Those of us who enjoy dabbling in history have found a delightful diversion in the grim affairs of Iraq and the larger conflict in the Middle East.

Oh, yes, our civilization is imperiled.

No doubt about it (unless, of course, you’re a Democrat in Congress or perhaps Annie Liebowitz’s newest dapper subject, James A. Baker).

But the historical parallels, while quite frightening, are nevertheless fascinating. Shall we laugh, or at least, make delectable historical comparisons, through the Apocalypse?

A review of a book on the battle fought at Thermopylae in the New York Sun indulges in this penchant. It is headlined “Round One in the Clash of Civilization.”

Reviewer Brendan Boyle sets the stage:     

“In a review of George Grote’s magisterial “History of Greece,” John Stuart Mill wrote that the ‘battle of Marathon, even as an event in English history, is more important than the battle of Hastings. If the issue of that day had been different, the Britons and the Saxons might still have been wandering in the woods.’ This can’t be right, not least because Persians, whom a small band of Athenians defeated at Marathon in 490 B.C.E., were not given to wandering in the woods. They much preferred idling in gardens. Paul Cartledge, however, seems to think Mill mostly right. He only got the battle wrong. It was not Marathon, but Thermopylae, 10 years after Marathon, that kept him and the rest of the West out of the woods. And this, as he announces in the subtitle of his new book, “Thermopylae: The Battle That Changed the World” (Overlook, 376 pages, $30), was probably the least of its accomplishments.?

“Our” side, the Spartans (I always root for the West and am pro-Spartan, except when the boys are fighting Athens), lost. Boyle poses the interesting question:

“How, then, was Thermopylae the battle that changed the world if the Greeks lost? It did seriously weaken the Persian forces and spelled their ultimate defeat. But Mr. Cartledge has something grander in mind. For him, Thermopylae was a triumph of ‘reasoned devotion to, and self-sacrifice in the name of, a higher collective cause, Freedom.’ The strange capitalization is Mr. Cartledge’s and it is a measure of just how seriously he takes the Spartans’ stand. They were defending Freedom against Persian Slavery — again, capital ‘S.’ Round one in the ‘clash of civilizations.'”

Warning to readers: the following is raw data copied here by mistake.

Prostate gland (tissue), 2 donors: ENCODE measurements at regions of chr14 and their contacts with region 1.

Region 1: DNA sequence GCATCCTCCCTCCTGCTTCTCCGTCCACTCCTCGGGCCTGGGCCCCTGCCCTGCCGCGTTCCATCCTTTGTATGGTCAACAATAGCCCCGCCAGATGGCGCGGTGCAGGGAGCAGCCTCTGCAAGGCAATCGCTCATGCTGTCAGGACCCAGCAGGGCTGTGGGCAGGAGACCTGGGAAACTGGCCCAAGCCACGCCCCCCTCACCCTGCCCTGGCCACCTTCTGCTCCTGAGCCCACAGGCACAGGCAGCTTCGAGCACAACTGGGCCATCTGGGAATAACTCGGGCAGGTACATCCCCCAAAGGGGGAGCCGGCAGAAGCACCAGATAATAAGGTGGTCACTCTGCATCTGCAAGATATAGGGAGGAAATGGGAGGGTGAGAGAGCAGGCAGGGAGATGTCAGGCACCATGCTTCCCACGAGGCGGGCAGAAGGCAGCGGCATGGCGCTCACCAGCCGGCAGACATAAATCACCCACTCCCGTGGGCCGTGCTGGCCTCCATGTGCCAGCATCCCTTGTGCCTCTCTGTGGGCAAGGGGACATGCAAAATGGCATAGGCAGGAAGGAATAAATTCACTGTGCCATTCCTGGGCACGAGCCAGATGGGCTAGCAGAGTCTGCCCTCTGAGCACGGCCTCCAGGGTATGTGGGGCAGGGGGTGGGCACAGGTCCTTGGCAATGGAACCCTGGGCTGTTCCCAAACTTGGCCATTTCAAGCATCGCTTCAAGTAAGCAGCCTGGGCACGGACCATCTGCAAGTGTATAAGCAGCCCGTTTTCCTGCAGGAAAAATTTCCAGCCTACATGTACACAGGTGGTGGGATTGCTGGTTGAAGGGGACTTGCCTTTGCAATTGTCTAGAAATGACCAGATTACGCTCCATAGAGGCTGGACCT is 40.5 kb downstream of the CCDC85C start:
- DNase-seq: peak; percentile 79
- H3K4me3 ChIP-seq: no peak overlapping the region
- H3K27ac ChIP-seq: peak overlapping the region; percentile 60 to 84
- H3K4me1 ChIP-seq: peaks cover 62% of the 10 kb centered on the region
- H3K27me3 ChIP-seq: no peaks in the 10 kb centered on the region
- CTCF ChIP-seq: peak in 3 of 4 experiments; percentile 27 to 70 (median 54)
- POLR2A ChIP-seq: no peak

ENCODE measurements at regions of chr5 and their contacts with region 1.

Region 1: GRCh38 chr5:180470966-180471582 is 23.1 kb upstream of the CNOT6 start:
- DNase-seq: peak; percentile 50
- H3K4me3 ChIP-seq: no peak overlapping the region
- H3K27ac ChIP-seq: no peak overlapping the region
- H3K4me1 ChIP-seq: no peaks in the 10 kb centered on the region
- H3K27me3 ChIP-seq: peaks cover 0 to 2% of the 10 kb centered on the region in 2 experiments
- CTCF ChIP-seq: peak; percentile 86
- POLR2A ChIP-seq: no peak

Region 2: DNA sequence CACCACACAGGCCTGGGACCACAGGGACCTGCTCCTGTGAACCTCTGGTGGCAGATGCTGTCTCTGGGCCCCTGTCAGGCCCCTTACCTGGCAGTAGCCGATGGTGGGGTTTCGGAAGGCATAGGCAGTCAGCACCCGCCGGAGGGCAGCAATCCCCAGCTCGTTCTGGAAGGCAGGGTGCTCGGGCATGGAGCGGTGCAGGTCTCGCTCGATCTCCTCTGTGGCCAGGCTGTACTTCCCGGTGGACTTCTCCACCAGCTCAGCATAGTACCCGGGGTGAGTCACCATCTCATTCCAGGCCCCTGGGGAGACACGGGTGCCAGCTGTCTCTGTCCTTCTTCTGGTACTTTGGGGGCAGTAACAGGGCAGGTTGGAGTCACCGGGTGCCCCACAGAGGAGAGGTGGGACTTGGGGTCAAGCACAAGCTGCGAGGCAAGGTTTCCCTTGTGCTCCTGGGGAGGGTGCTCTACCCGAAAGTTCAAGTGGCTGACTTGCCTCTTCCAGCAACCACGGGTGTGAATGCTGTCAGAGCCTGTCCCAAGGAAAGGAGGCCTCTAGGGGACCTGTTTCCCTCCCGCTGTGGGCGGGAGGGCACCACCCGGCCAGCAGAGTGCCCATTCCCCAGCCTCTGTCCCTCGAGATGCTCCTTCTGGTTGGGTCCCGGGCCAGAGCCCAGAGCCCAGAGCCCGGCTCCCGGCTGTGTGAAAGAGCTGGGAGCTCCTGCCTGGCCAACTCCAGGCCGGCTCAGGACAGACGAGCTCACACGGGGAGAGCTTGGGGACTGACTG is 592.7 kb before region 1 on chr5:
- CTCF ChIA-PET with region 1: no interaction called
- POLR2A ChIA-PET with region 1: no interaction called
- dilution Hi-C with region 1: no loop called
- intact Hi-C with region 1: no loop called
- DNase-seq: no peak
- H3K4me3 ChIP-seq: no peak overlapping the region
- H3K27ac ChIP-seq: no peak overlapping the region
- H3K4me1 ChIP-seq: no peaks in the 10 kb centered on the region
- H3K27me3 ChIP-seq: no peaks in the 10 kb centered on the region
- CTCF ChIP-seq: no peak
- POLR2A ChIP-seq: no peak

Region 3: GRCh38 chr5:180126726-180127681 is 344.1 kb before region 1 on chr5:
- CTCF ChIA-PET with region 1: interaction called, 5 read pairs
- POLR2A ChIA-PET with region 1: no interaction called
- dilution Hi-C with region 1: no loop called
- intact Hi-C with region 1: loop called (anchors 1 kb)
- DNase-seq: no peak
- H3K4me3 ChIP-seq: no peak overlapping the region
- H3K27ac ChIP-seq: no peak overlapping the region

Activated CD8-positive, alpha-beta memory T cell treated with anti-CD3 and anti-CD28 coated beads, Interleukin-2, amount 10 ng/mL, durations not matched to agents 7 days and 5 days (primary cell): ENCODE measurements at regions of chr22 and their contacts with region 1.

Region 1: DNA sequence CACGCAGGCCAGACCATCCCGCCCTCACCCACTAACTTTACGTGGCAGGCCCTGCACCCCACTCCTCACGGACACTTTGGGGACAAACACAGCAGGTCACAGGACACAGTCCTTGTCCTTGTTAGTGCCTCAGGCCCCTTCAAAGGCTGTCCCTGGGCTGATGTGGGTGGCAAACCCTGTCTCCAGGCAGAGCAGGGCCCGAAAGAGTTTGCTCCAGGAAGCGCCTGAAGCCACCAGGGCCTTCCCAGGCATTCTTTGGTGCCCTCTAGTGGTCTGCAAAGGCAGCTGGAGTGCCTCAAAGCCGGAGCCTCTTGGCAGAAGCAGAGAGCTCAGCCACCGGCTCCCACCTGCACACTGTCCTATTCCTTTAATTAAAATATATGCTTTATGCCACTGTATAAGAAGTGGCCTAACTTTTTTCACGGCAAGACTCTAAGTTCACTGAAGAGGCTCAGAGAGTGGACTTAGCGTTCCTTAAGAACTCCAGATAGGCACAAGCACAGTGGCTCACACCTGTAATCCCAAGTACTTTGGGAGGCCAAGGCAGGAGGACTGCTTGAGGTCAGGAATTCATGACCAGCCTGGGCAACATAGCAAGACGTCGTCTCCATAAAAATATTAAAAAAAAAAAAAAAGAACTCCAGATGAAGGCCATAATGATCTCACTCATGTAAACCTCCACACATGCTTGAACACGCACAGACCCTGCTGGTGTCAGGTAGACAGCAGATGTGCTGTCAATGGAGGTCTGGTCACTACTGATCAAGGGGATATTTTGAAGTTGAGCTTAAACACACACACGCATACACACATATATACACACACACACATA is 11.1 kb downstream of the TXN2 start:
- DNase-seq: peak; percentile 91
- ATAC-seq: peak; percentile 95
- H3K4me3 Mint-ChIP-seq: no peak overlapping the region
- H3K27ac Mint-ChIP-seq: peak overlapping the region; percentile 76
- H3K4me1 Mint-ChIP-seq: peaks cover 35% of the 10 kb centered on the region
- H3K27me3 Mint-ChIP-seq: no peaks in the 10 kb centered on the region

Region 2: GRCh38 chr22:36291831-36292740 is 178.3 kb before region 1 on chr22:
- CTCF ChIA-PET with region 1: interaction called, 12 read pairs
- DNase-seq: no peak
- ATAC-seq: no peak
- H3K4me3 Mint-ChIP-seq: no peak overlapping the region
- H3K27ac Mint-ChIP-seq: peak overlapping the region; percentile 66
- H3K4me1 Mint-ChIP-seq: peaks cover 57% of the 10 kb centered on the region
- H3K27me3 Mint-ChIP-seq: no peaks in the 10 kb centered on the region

Boyle is dubious about Cartledge’s reasoning, but he does set up the situation in a way that feels — well, very familiar:

“In the early 5th century, the Persian empire was a massively complex organism that included Pakistan and Kashmir in the east, Afghanistan, Iran, Iraq in its middle, and Egypt, the Levant, Turkey, and bits of Macedonia at its edges. It was ruled from three capitals in what is now Iran, but with a light touch. [The Persians seem, on the whole, nicer than the mad mullahs.] An extensive administrative system, coupled with a network of ‘royal roads,’ ensured that taxes, tribute, women, and slaves got where they needed to go — to the King, naturally — but otherwise subject peoples were left to do mostly as they pleased.

“Greeks helped some of these subject people revolt, and this turned out to be, in the words of Herodotus, the ‘beginnings of the misfortunes for both Greeks and Persians.'”

While surrender was out of the question, nobody could say those Spartans lacked an exit strategy:

“Two Spartans survived. One, who missed the encounter at Thermopylae because he was on a diplomatic mission, hanged himself in disgrace upon his return home. The other, who missed the battle because of an eye infection (not much of an excuse for a solider, never mind a Spartan), went on a suicide mission in the next major encounter with the Persians. When Spartans said that the only way to return from a battle was with your shield or on it, they meant it.”